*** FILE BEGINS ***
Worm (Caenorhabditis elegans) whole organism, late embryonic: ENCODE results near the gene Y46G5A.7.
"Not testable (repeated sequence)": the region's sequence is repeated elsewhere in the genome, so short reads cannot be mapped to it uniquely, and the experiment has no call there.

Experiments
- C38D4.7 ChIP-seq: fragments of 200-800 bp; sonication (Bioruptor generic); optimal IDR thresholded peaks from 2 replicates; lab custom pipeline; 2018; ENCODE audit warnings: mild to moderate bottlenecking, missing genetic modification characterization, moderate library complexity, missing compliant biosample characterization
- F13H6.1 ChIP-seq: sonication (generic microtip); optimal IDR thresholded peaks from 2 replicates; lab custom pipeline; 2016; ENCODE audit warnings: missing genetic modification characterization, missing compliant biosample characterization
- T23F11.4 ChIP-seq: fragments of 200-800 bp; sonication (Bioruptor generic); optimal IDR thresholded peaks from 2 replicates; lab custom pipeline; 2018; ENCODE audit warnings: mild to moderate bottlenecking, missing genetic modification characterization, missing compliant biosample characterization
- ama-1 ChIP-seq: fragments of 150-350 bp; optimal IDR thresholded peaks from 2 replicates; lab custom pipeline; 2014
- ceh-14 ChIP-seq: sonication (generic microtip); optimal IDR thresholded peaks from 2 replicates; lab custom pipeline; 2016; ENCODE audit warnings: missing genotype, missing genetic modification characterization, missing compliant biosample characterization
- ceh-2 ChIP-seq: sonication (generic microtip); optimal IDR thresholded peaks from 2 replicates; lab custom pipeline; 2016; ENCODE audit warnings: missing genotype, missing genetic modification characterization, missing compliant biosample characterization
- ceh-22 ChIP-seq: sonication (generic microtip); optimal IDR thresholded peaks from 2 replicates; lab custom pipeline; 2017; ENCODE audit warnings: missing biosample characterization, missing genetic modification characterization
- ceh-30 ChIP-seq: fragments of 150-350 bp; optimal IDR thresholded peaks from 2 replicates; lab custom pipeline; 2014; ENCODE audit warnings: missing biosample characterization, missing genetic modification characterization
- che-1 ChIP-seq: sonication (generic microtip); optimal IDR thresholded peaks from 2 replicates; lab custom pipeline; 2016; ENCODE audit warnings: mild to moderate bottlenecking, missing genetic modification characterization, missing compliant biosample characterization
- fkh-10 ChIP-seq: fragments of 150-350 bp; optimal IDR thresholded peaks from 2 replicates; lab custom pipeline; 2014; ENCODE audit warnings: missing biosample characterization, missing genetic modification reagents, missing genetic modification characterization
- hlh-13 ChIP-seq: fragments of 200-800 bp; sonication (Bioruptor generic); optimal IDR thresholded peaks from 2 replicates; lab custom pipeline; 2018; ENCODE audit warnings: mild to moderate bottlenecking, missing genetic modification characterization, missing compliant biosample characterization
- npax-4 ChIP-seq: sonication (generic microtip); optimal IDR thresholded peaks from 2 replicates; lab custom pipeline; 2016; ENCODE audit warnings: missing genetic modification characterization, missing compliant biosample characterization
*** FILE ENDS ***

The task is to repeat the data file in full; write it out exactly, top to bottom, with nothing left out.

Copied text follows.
Worm (Caenorhabditis elegans) whole organism, late embryonic: ENCODE results near the gene Y46G5A.7.
"Not testable (repeated sequence)": the region's sequence is repeated elsewhere in the genome, so short reads cannot be mapped to it uniquely, and the experiment has no call there.

Experiments
- C38D4.7 ChIP-seq: fragments of 200-800 bp; sonication (Bioruptor generic); optimal IDR thresholded peaks from 2 replicates; lab custom pipeline; 2018; ENCODE audit warnings: mild to moderate bottlenecking, missing genetic modification characterization, moderate library complexity, missing compliant biosample characterization
- F13H6.1 ChIP-seq: sonication (generic microtip); optimal IDR thresholded peaks from 2 replicates; lab custom pipeline; 2016; ENCODE audit warnings: missing genetic modification characterization, missing compliant biosample characterization
- T23F11.4 ChIP-seq: fragments of 200-800 bp; sonication (Bioruptor generic); optimal IDR thresholded peaks from 2 replicates; lab custom pipeline; 2018; ENCODE audit warnings: mild to moderate bottlenecking, missing genetic modification characterization, missing compliant biosample characterization
- ama-1 ChIP-seq: fragments of 150-350 bp; optimal IDR thresholded peaks from 2 replicates; lab custom pipeline; 2014
- ceh-14 ChIP-seq: sonication (generic microtip); optimal IDR thresholded peaks from 2 replicates; lab custom pipeline; 2016; ENCODE audit warnings: missing genotype, missing genetic modification characterization, missing compliant biosample characterization
- ceh-2 ChIP-seq: sonication (generic microtip); optimal IDR thresholded peaks from 2 replicates; lab custom pipeline; 2016; ENCODE audit warnings: missing genotype, missing genetic modification characterization, missing compliant biosample characterization
- ceh-22 ChIP-seq: sonication (generic microtip); optimal IDR thresholded peaks from 2 replicates; lab custom pipeline; 2017; ENCODE audit warnings: missing biosample characterization, missing genetic modification characterization
- ceh-30 ChIP-seq: fragments of 150-350 bp; optimal IDR thresholded peaks from 2 replicates; lab custom pipeline; 2014; ENCODE audit warnings: missing biosample characterization, missing genetic modification characterization
- che-1 ChIP-seq: sonication (generic microtip); optimal IDR thresholded peaks from 2 replicates; lab custom pipeline; 2016; ENCODE audit warnings: mild to moderate bottlenecking, missing genetic modification characterization, missing compliant biosample characterization
- fkh-10 ChIP-seq: fragments of 150-350 bp; optimal IDR thresholded peaks from 2 replicates; lab custom pipeline; 2014; ENCODE audit warnings: missing biosample characterization, missing genetic modification reagents, missing genetic modification characterization
- hlh-13 ChIP-seq: fragments of 200-800 bp; sonication (Bioruptor generic); optimal IDR thresholded peaks from 2 replicates; lab custom pipeline; 2018; ENCODE audit warnings: mild to moderate bottlenecking, missing genetic modification characterization, missing compliant biosample characterization
- npax-4 ChIP-seq: sonication (generic microtip); optimal IDR thresholded peaks from 2 replicates; lab custom pipeline; 2016; ENCODE audit warnings: missing genetic modification characterization, missing compliant biosample characterization